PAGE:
Every flower garden bursts into full color by midsummer, but it's nice to have a few fast-growing flowers to bring some color in the late spring or early summer. Bees, butterflies and hummingbirds appreciate the early blooms as much as you do, and the more busy pollinators you attract early in the season, the better the chances they will hang around to benefit your late bloomers.
You may have a few early-blooming perennials in your garden already, and perhaps you even have a flowering shrub, such as magnolia or forsythia, to provide early spring color. Variety being the spice of life, a selection of annual flowers to broaden the color palette is always a good thing, and it's a bonus if you can seed them directly in the garden as opposed to starting them indoors and transplanting them. There is no shortage of fast-blooming flowers that you can seed directly in the garden as soon as the weather is warm enough.
Many of the fastest bloomers are hardy in a wide range of growing zones and are drought tolerant, and some are native species that may even appear as volunteers in nearby fields. Planting them is as easy as dropping seeds in fertile soil, and since you won't have to stress out to maintain them, you can focus your attention on appreciating your garden, which is how gardening is supposed to be. Plant these fast-growing flowers in your garden to get a jump-start on summer.
Marigolds Protect Your Garden
Not only do marigolds (Tagetes) show their yellow, orange or copper-colored petals early in the season but they maintain them throughout the summer. Some varieties are perennials in their native habitats, but all can be grown as annuals in United States Department of Agriculture (USDA) hardiness zones 2 through 11. Seeds take about a week to germinate, and after that, blooms will appear in as few as eight weeks. American marigolds (Tagetes erecta), sometimes known as Aztec or Mexican marigolds, resemble lush, golden pom-poms and grow to a height of 3 or 4 feet, while French marigolds (Tagetes patula) grow bushier and shorter.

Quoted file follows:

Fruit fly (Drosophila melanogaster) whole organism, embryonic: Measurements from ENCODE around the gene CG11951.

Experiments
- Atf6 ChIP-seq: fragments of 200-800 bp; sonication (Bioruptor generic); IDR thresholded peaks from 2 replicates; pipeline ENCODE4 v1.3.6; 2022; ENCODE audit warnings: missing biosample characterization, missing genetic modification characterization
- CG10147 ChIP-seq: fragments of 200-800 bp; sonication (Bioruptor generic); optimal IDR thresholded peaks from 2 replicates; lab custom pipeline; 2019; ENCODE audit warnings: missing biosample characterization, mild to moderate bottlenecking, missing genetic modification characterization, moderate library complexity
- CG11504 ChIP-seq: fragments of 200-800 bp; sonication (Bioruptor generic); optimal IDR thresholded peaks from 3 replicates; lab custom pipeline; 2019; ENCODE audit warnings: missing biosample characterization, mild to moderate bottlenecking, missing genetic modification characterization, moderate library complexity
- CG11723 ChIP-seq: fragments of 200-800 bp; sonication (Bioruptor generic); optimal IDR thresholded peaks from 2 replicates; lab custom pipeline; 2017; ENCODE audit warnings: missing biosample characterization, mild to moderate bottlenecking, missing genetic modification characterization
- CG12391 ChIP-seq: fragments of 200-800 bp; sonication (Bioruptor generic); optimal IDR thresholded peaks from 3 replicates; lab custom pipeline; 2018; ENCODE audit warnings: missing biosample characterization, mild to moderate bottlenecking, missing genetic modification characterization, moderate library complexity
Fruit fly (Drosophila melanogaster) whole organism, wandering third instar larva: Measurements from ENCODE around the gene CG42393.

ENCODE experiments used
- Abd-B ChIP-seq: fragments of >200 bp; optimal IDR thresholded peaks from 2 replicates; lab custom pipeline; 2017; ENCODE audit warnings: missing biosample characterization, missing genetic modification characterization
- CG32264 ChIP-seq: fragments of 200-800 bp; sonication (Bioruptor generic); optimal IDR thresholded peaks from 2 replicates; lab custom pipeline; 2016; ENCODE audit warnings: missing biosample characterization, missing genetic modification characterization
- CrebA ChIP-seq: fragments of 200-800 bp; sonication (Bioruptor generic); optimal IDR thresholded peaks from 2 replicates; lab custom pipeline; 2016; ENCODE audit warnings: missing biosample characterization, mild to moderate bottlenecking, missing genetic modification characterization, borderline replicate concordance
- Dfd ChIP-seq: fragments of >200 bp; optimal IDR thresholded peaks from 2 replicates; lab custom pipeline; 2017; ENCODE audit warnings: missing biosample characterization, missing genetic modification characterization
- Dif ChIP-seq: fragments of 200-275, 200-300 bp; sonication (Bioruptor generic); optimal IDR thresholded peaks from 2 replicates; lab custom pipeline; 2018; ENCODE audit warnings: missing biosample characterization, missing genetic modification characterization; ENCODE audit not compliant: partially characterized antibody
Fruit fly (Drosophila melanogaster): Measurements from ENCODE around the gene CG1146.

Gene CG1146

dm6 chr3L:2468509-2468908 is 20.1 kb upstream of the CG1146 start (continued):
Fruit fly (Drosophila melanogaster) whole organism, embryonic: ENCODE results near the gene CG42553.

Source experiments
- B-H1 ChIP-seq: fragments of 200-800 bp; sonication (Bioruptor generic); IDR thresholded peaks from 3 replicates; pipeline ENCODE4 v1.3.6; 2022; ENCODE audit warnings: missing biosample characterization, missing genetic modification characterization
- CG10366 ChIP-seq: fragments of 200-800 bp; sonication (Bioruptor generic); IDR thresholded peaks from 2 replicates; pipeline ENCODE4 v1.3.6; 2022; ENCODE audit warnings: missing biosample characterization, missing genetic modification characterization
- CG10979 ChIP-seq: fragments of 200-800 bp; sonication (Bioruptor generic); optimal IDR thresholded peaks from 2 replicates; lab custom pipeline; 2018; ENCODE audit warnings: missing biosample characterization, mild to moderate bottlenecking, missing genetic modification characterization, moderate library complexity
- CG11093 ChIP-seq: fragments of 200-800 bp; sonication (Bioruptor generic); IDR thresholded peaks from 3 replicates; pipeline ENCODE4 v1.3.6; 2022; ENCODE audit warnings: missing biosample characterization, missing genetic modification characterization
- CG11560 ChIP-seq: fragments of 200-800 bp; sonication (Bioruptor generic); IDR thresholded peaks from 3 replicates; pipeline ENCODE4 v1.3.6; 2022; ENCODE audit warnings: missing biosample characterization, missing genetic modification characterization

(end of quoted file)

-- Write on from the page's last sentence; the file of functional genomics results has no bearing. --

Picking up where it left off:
Marigolds are fast-growing flowers that attract pollinators, and some are edible, although they have a somewhat bitter taste, which is probably why they repel deer and rabbits. Marigold roots also control nematodes, so a good way to use marigolds is to plant them early, enjoy the first blooms and then remove them and plant them in your vegetable garden. Marigolds like full sun, and they prefer fertile soil, but they aren't particular.
If Not Marigold, Then Calendula
Calendula (Calendula officinalis), sometimes called pot or English marigold, is unrelated to marigold, but it looks similar and blooms just as quickly. The plant is medicinal, and the flowers are edible, and like marigolds, it grows as an annual in zones 2 through 11.
Despite being different species, calendula and marigold are so much alike that it's difficult to tell them apart, and it's important to do so because not all marigolds are edible. Calendula seeds are brown, while those of marigolds are black, and calendula petals tend to be long and straight, while marigold petals are rectangular. Calendula petals can be used as a substitute for saffron, and oil derived from the flowers has long been used a skin ointment to heal wounds and treat eczema and diaper rash.
Sweet Alyssum in Spring and Fall
As it creeps along the ground, sweet alyssum (Lobularia maritimus) covers your flower bed with four-petal white, purple and pink flowers shaped like crosses and exuding a sweet fragrance. It's a cool-season flower native to the Mediterranean region, and while it's hardy only as far north as zone 7, it doesn't like the heat and dryness of summer and will fade only to return again in the fall. It's a perfect plant for spring color because if you sow alyssum flower seeds immediately after the last frost, you'll have blooms eight weeks later.
Alyssum likes full sun and loamy soil, although it is often found growing on beaches, sand dunes and even walls. The key is to ensure the soil is well-draining, as alyssum won't do well in bogs or standing water.
Nasturtium's Munchable, Fast-Growing Flowers
Nasturtium (Tropaeolum) seeds are large — about the size of chick peas — and need to be buried 1/2 inch deep with a spacing of 10 to 12 inches, and when you do this, the seeds will sprout in seven to 10 days, and flowers will appear just over a month later. Nasturtiums are ridiculously easy to grow, being hardy from zones 2 through 11 and actually preferring nutrient-deficient soil, so you can basically just plant them and forget about them.
Besides adding garden color, nasturtium flowers add spiciness to salads, and the red, yellow and orange flowers are often used as a garnish. The immature seed capsules are also edible and when marinated in brine, they taste like capers. Gardeners often plant nasturtiums with tomatoes and other vegetables to attract aphids and other insect pests.
Zinnias Are Popular Cut Flowers
Zinnias (Zinnia) are a sure-fire way to bring early color to any garden in zones 3 through 10, which is basically most of North America and the rest of the world. The eye-popping yellow, red, pink and purple blooms attract pollinators and begin to appear a mere six to seven weeks after direct-sowing the seeds. Zinnias prefer full sun and well-draining soil. Some varieties grow small enough to make good border plants, while others grow tall enough to dominate the garden. Popular in cutting gardens to supply bouquets and flower arrangements, zinnias can thrive just as easily in containers as they do in garden beds.